- The Washington Times - Saturday, March 29, 2008


Military on alert ahead of vote

HARARE — Soldiers took to the streets with armored cars and water cannons yesterday as Zimbabwe’s security chiefs warned that they were ready to confront any violence during today’s crucial presidential election in this economically wrecked African nation.

President Robert Mugabe, the 84-year-old leader, is facing his toughest challenge since he won power in 1980. Running against him are opposition leader Morgan Tsvangirai, 55, who narrowly lost the disputed 2002 election, and former ruling party loyalist and finance minister Simba Makoni, 58. Preliminary results are not expected until Monday.


Foreign diplomats visit Tibet

BEIJING — China yesterday allowed the first foreign diplomats to visit Tibet following deadly riots, as European nations appeared split on the idea of boycotting the Beijing Olympics opening.

Two weeks after protests in the Himalayan region turned deadly, diplomats from 15 embassies, including those of the United States, Britain, France and Japan, arrived in the Tibetan capital, Lhasa, for a hastily arranged tour.

The United States welcomed the move but President Bush later urged China to hold talks on the situation with representatives of the Himalayan territory’s exiled spiritual leader the Dalai Lama.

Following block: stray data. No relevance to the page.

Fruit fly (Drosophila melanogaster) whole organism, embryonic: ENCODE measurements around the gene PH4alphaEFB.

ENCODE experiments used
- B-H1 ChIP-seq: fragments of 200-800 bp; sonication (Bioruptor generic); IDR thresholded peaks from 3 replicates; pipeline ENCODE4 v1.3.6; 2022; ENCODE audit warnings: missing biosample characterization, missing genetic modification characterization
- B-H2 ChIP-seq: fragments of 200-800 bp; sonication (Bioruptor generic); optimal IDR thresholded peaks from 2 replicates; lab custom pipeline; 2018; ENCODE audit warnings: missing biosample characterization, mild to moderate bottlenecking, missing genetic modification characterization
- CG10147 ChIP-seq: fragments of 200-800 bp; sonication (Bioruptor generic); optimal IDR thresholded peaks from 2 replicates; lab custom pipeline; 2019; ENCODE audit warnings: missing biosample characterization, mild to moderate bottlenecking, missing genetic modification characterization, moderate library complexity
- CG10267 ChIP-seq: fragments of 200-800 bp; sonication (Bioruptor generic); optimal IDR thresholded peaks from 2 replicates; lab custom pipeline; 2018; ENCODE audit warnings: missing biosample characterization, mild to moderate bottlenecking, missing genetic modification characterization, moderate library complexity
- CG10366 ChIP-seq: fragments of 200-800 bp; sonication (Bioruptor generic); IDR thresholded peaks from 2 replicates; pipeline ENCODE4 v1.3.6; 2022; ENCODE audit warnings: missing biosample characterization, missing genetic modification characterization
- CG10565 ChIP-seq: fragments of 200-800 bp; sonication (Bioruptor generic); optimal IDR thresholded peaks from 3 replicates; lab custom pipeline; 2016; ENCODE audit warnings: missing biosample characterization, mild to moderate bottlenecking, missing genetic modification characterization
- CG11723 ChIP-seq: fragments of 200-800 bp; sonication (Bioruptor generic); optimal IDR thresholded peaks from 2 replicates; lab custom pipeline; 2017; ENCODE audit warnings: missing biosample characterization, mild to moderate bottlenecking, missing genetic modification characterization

Government offers rebels for hostages

BOGOTA — Colombia has offered to suspend the sentences of jailed guerrillas if rebels first free hostages including former presidential candidate Ingrid Betancourt.

Peace Commissioner Luis Carlos Restrepo said late Thursday that the liberation of some captives could jump-start the process of exchanging guerrillas for dozens of hostages, including three U.S. defense contractors.

The Revolutionary Armed Forces of Colombia (FARC), Colombia’s largest rebel group, released six hostages earlier this year to missions led by Venezuelan President Hugo Chavez and the Red Cross. But the rebels have been quiet about a possible prisoner swap since March 1, when Colombian troops killed their chief spokesman and 24 others in a bombing raid in neighboring Ecuador.


U.N.: Criminal gang behind Hariri killing

NEW YORK — The chief U.N. investigator says former Lebanese Prime Minister Rafik Hariri was assassinated by a criminal network that is linked to other killings in Lebanon.

Daniel Bellemare said in his first report to the U.N. Security Council yesterday that evidence indicates the so-called “Hariri Network” existed before his assassination on Feb. 14, 2005.

He said the evidence also indicates it conducted surveillance of the former prime minister, and that at least part of the network continued to operate after he was killed along with 22 others in a bombing in Beirut.


Hong Kong activist quits politics

HONG KONG — Hong Kong’s best-known democracy advocate said yesterday he will end his political career but keep pressing for greater rights, a campaign that has already led Beijing to brand him a traitor.

Martin Lee, 69, said he will not run for re-election in the local legislature in September. His high-profile campaign for direct elections in Hong Kong has made him a champion of human rights to many in the West and a reviled troublemaker to China. He was first elected to the local legislature in 1985.

From wire dispatches and staff reports

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